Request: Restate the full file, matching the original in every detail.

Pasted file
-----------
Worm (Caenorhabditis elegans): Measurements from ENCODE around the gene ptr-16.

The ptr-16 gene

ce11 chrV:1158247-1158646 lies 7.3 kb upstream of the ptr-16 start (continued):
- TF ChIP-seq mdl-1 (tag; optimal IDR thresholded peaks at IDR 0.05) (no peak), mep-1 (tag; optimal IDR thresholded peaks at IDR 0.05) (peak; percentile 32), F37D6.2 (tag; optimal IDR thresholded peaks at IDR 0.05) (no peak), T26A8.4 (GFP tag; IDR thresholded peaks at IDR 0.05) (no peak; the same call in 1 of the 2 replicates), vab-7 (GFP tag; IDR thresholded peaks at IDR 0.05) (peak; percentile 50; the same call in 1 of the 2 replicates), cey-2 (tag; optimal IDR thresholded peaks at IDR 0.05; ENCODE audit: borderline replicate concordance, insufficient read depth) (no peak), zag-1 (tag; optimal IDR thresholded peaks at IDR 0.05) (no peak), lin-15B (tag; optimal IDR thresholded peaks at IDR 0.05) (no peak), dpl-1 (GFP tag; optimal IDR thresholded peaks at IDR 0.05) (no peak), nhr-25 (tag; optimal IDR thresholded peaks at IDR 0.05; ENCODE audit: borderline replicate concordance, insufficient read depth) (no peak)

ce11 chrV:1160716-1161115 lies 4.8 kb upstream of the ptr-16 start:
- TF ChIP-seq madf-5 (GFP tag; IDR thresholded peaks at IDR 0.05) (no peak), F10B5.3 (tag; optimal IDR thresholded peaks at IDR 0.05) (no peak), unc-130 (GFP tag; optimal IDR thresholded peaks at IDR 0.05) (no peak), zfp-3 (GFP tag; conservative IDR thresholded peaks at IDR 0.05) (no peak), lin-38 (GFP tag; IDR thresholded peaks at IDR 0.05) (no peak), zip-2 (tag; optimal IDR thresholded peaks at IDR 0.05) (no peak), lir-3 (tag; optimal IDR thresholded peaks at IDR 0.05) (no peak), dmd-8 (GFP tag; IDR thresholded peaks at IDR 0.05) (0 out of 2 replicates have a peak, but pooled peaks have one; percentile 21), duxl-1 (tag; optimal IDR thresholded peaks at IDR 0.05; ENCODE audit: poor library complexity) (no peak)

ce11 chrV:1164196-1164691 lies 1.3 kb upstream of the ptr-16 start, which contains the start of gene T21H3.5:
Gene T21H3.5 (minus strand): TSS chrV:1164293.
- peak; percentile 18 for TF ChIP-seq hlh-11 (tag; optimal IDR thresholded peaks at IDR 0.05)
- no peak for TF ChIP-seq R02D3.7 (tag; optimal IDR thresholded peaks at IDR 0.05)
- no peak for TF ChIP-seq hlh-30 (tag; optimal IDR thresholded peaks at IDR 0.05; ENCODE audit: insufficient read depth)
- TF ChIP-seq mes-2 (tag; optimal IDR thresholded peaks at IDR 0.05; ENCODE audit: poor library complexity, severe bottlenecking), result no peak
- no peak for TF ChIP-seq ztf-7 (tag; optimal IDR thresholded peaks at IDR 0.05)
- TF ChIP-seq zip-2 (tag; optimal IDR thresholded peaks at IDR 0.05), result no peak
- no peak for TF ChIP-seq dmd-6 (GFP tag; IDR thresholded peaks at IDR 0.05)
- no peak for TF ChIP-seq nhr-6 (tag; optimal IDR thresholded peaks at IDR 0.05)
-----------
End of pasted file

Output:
Worm (Caenorhabditis elegans): Measurements from ENCODE around the gene ptr-16.

The ptr-16 gene

ce11 chrV:1158247-1158646 lies 7.3 kb upstream of the ptr-16 start (continued):
- TF ChIP-seq mdl-1 (tag; optimal IDR thresholded peaks at IDR 0.05) (no peak), mep-1 (tag; optimal IDR thresholded peaks at IDR 0.05) (peak; percentile 32), F37D6.2 (tag; optimal IDR thresholded peaks at IDR 0.05) (no peak), T26A8.4 (GFP tag; IDR thresholded peaks at IDR 0.05) (no peak; the same call in 1 of the 2 replicates), vab-7 (GFP tag; IDR thresholded peaks at IDR 0.05) (peak; percentile 50; the same call in 1 of the 2 replicates), cey-2 (tag; optimal IDR thresholded peaks at IDR 0.05; ENCODE audit: borderline replicate concordance, insufficient read depth) (no peak), zag-1 (tag; optimal IDR thresholded peaks at IDR 0.05) (no peak), lin-15B (tag; optimal IDR thresholded peaks at IDR 0.05) (no peak), dpl-1 (GFP tag; optimal IDR thresholded peaks at IDR 0.05) (no peak), nhr-25 (tag; optimal IDR thresholded peaks at IDR 0.05; ENCODE audit: borderline replicate concordance, insufficient read depth) (no peak)

ce11 chrV:1160716-1161115 lies 4.8 kb upstream of the ptr-16 start:
- TF ChIP-seq madf-5 (GFP tag; IDR thresholded peaks at IDR 0.05) (no peak), F10B5.3 (tag; optimal IDR thresholded peaks at IDR 0.05) (no peak), unc-130 (GFP tag; optimal IDR thresholded peaks at IDR 0.05) (no peak), zfp-3 (GFP tag; conservative IDR thresholded peaks at IDR 0.05) (no peak), lin-38 (GFP tag; IDR thresholded peaks at IDR 0.05) (no peak), zip-2 (tag; optimal IDR thresholded peaks at IDR 0.05) (no peak), lir-3 (tag; optimal IDR thresholded peaks at IDR 0.05) (no peak), dmd-8 (GFP tag; IDR thresholded peaks at IDR 0.05) (0 out of 2 replicates have a peak, but pooled peaks have one; percentile 21), duxl-1 (tag; optimal IDR thresholded peaks at IDR 0.05; ENCODE audit: poor library complexity) (no peak)

ce11 chrV:1164196-1164691 lies 1.3 kb upstream of the ptr-16 start, which contains the start of gene T21H3.5:
Gene T21H3.5 (minus strand): TSS chrV:1164293.
- peak; percentile 18 for TF ChIP-seq hlh-11 (tag; optimal IDR thresholded peaks at IDR 0.05)
- no peak for TF ChIP-seq R02D3.7 (tag; optimal IDR thresholded peaks at IDR 0.05)
- no peak for TF ChIP-seq hlh-30 (tag; optimal IDR thresholded peaks at IDR 0.05; ENCODE audit: insufficient read depth)
- TF ChIP-seq mes-2 (tag; optimal IDR thresholded peaks at IDR 0.05; ENCODE audit: poor library complexity, severe bottlenecking), result no peak
- no peak for TF ChIP-seq ztf-7 (tag; optimal IDR thresholded peaks at IDR 0.05)
- TF ChIP-seq zip-2 (tag; optimal IDR thresholded peaks at IDR 0.05), result no peak
- no peak for TF ChIP-seq dmd-6 (GFP tag; IDR thresholded peaks at IDR 0.05)
- no peak for TF ChIP-seq nhr-6 (tag; optimal IDR thresholded peaks at IDR 0.05)